what a hideous idea, that the Pope and his Cardinals should be enjoy. ing themselves over their delicious wines, whilst all these poor wretches are suffering, not that heaven so wills or desires it, but mainly for the purpose of giving importance to the offices of the Church. How can their spirits repent and improve under such circumstances ? Their sole feeling must be boiling indignation against their unfeeling jailors. If Pio Nono could remit one hundred years of suffering, he of course could remit suffering for all time to come. There is no evading this conclusion.
Our author treats also of the following subjects-Relics, Inscriptions in Churches, the use of Holy water, the use of pictures, the use of images.
THE SNOW - DROP.
The unconfessing Grief, that hides,
THE RI V E R.
In a quiet shady nook,
Sweli'd to a tiny brook,
And wand'ring birds would stoop to lave
Upon its pleasant way,
Its everlasting lay.
Its waters swept along,
And groves of sweetest song.
It speeded on and on,
And golden harvests shone.
It roll'd a mighty flood,
A regal city stood.
It held its lonely way,
But arid deserts lay.
PROGRESS OF MECHANICAL SCIENCE,
BEING THE CONCLUDING ARTICLE ON THE BRITISH ASSOCIATION.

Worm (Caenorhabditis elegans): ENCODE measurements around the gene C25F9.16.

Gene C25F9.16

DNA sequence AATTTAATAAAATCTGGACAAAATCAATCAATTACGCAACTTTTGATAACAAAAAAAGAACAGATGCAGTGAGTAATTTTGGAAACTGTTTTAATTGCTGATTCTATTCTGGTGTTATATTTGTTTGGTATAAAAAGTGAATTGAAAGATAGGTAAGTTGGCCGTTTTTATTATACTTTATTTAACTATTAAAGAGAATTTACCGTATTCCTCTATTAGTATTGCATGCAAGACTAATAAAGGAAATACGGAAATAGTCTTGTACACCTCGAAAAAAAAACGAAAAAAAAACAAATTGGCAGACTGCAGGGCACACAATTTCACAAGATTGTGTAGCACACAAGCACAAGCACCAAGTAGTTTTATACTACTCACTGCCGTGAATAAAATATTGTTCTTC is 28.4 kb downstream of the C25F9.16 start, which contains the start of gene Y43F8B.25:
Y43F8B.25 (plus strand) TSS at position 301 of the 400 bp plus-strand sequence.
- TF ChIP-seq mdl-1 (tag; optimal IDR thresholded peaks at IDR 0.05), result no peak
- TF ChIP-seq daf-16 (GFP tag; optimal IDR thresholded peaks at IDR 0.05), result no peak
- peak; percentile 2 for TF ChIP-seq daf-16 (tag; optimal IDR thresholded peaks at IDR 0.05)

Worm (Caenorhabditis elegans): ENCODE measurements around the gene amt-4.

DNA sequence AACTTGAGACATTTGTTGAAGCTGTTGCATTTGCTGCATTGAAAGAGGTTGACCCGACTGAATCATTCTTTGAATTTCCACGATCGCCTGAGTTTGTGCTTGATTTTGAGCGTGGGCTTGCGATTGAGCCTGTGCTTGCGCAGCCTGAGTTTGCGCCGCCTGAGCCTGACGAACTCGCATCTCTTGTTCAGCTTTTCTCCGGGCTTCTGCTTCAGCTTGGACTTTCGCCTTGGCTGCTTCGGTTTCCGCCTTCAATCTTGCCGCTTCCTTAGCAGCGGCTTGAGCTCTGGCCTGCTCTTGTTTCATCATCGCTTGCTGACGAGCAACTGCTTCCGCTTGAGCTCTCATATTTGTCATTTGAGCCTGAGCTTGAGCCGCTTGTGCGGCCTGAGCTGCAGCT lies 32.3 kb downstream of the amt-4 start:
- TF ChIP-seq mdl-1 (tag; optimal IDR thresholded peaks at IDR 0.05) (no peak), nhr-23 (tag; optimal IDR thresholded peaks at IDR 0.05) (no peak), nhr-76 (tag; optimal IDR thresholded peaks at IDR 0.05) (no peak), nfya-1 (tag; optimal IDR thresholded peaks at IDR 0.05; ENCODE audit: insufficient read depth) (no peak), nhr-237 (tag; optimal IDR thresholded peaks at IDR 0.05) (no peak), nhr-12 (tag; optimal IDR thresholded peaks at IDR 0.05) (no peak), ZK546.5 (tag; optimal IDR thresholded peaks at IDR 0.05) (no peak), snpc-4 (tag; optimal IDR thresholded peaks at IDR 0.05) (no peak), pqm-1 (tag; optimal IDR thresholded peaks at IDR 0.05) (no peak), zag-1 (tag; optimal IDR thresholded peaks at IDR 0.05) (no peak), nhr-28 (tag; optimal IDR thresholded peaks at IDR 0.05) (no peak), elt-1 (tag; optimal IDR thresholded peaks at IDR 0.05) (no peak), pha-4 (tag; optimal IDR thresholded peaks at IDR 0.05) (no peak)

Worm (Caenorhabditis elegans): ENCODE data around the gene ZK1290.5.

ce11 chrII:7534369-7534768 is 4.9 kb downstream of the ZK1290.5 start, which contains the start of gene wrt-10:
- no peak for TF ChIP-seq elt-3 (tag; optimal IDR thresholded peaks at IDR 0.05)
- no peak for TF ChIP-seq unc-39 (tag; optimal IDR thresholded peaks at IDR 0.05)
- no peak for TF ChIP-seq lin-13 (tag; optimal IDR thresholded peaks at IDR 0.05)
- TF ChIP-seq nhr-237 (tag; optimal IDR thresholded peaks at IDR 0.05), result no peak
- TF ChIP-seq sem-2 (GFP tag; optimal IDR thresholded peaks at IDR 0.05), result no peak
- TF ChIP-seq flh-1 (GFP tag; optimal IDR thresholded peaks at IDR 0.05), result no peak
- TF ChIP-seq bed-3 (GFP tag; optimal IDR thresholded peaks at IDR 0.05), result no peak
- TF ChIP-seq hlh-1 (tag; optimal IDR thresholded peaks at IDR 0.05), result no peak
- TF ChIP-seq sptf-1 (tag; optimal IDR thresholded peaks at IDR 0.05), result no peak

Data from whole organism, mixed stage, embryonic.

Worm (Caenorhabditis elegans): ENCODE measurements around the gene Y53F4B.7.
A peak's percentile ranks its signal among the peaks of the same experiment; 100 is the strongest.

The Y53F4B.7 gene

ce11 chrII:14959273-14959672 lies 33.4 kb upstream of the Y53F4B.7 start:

Having tarried so long in the physical and geological departments, our visits to the remaining sections must be very brief. We next introduce our readers to section G, devoted to mechanical science. This has hitherto proved a very unmanageable section ; and the reason is very obvious. In this utilitarian age, when science is regarded, not as the handmaid of a lofty devotion, but of selfish interest, it cannot be wondered at that a gross utilitarianism," to use Chalmers' favourite phrase, should rear its head within the very precincts of the temple of science. The mechanical section affords greater facilities for utilitarian practice than any of the others. As it embraces all those mechanical arts which minister at the altar of Mammon, it is but natural that the votaries of Mammon should be glad to seize the opportunity of giving publicity to their wares. A widely-reported discussion on the merits of any mechanical contrivance supplies a cheap and effectual mode of advertisement. Advertising seems almost to be a science of itself, and its recent advances have been very remarkable. The very dog has been impressed into its service, so that he is to be seen gravely walking the streets of London with placards upon his back. Recently, the metropolis was also astonished by a shower of handbills descending from the clouds. When the passenger hastened to pick up the celestial scroll, he was not at all prepared for its treating of such sublunary matters--as tea gardens or magic strops. Advertising has attained such a pitch of refinement, that it is almost altogether independent of any real entity as a substratum; or to use the jargon of transubstantiation, the species may exist without the substance. It has been averred by competent authority, that for a man possessed of a thousand pounds of capital, with somewhat of the genius of George Robins, and with a conscience not inconveniently tender,